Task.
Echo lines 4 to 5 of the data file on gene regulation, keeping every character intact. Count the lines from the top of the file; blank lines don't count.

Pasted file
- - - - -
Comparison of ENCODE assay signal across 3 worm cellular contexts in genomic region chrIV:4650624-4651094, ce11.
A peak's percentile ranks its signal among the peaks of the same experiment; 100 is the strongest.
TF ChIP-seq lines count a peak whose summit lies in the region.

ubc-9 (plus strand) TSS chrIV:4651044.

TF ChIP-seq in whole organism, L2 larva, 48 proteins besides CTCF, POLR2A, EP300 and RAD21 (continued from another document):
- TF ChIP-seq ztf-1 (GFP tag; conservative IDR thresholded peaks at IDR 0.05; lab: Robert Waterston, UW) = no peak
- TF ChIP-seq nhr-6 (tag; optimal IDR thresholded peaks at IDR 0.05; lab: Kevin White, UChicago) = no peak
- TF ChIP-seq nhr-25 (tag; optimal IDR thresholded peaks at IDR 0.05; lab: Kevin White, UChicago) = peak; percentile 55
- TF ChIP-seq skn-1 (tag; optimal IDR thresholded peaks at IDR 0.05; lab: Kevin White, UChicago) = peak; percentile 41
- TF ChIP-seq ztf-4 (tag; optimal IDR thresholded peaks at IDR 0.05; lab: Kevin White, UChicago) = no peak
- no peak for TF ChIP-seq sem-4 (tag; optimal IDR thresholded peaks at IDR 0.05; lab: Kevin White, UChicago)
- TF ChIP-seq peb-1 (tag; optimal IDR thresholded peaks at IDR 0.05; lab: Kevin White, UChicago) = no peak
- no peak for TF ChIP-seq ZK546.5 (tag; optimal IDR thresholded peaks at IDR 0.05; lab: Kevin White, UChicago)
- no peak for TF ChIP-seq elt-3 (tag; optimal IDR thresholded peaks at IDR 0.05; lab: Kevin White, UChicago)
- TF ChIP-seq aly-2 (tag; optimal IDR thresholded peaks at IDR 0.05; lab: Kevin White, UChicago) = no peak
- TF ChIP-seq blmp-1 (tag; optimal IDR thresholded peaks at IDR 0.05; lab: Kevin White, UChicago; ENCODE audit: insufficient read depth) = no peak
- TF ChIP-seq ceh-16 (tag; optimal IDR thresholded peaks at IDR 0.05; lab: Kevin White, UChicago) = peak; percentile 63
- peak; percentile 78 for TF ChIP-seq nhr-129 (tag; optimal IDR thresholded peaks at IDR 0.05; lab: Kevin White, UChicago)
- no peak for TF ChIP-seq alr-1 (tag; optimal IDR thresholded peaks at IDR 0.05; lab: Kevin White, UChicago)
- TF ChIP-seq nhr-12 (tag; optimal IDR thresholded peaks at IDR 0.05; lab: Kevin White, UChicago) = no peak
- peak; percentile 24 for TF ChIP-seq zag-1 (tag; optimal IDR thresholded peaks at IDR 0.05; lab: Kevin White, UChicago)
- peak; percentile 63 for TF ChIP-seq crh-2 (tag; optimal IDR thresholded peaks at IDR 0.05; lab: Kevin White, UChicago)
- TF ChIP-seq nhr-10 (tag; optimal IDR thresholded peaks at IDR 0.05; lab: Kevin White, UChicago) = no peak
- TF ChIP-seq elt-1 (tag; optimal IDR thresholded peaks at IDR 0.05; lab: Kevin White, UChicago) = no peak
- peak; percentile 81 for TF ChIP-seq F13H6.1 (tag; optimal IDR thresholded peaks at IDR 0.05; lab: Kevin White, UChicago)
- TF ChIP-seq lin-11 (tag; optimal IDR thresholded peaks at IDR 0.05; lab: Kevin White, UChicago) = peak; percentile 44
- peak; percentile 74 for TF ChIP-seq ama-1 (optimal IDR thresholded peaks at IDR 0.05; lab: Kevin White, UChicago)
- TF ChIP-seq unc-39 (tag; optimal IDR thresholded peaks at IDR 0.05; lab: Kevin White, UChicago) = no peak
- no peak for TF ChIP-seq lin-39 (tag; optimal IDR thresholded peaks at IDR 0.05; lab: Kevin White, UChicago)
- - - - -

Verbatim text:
ubc-9 (plus strand) TSS chrIV:4651044.

TF ChIP-seq in whole organism, L2 larva, 48 proteins besides CTCF, POLR2A, EP300 and RAD21 (continued from another document):